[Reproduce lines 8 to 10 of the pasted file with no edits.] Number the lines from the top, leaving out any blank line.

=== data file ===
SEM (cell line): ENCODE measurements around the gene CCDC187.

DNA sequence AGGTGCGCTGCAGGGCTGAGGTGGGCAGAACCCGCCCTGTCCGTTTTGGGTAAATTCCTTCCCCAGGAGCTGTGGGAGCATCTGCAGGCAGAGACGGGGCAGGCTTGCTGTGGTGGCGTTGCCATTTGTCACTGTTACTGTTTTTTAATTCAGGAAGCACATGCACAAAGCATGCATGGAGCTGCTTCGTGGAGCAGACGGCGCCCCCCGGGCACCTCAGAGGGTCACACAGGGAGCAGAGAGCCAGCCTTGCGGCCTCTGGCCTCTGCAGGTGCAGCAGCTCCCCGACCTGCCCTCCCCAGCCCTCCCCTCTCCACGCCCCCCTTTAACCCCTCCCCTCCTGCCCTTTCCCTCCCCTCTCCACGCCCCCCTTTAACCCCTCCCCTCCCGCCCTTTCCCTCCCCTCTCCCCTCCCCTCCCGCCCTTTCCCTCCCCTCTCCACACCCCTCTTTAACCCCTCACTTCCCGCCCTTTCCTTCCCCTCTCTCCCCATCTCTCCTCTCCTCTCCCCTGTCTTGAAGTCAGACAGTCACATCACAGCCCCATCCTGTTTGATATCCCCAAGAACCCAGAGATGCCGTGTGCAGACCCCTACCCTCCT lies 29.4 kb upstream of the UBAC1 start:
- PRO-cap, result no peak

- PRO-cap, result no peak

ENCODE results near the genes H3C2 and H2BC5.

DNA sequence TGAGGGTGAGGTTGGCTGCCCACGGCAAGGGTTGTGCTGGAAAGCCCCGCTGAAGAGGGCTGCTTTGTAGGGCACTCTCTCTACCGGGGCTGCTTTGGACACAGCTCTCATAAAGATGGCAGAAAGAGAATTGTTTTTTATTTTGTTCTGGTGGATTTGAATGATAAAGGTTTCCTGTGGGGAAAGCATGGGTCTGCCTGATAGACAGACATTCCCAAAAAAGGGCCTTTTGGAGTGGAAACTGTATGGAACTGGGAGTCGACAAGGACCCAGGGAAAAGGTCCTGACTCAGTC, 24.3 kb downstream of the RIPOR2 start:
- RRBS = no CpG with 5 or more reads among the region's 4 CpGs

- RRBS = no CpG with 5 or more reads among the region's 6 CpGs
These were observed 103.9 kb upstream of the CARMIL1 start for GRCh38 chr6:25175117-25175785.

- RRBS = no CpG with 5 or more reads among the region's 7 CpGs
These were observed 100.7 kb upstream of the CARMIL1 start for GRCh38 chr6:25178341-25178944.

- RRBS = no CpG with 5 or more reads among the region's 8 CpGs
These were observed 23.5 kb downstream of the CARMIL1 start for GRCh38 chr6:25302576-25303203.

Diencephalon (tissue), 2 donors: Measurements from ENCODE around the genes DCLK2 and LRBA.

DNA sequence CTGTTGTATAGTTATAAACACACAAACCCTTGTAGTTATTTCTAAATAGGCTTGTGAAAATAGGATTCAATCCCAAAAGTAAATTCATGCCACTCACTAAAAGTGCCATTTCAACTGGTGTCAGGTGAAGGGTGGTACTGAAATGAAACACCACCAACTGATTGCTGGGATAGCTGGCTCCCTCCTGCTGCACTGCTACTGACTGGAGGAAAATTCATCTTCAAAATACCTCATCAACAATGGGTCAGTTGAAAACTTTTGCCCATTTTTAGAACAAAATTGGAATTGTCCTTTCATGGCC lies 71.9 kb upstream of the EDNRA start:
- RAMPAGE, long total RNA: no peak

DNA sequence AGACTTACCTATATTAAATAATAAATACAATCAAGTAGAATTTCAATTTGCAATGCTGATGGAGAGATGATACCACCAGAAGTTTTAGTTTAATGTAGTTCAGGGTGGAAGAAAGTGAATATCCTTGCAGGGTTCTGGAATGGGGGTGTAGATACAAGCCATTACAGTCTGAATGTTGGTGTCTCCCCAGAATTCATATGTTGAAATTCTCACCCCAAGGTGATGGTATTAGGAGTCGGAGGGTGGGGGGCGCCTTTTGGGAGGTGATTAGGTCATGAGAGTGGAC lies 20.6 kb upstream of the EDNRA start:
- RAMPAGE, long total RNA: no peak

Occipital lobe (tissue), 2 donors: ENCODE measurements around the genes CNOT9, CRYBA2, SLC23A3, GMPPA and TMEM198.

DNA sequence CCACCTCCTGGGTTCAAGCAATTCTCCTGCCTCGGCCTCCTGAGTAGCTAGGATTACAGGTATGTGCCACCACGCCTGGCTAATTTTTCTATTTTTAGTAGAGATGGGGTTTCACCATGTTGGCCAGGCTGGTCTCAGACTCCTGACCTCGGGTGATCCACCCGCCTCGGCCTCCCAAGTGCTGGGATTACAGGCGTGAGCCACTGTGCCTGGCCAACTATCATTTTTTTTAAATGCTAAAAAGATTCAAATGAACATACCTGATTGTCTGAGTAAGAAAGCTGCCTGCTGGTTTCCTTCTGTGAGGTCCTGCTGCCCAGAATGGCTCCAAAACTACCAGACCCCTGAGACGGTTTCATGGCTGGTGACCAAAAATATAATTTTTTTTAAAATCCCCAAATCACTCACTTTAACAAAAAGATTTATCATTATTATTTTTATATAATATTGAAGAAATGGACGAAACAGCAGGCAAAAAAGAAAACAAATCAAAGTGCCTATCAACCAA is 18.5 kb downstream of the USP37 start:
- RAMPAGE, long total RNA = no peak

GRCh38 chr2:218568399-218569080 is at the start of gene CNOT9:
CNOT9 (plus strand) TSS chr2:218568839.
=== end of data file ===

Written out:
- RRBS = no CpG with 5 or more reads among the region's 6 CpGs
These were observed 103.9 kb upstream of the CARMIL1 start for GRCh38 chr6:25175117-25175785.

- RRBS = no CpG with 5 or more reads among the region's 7 CpGs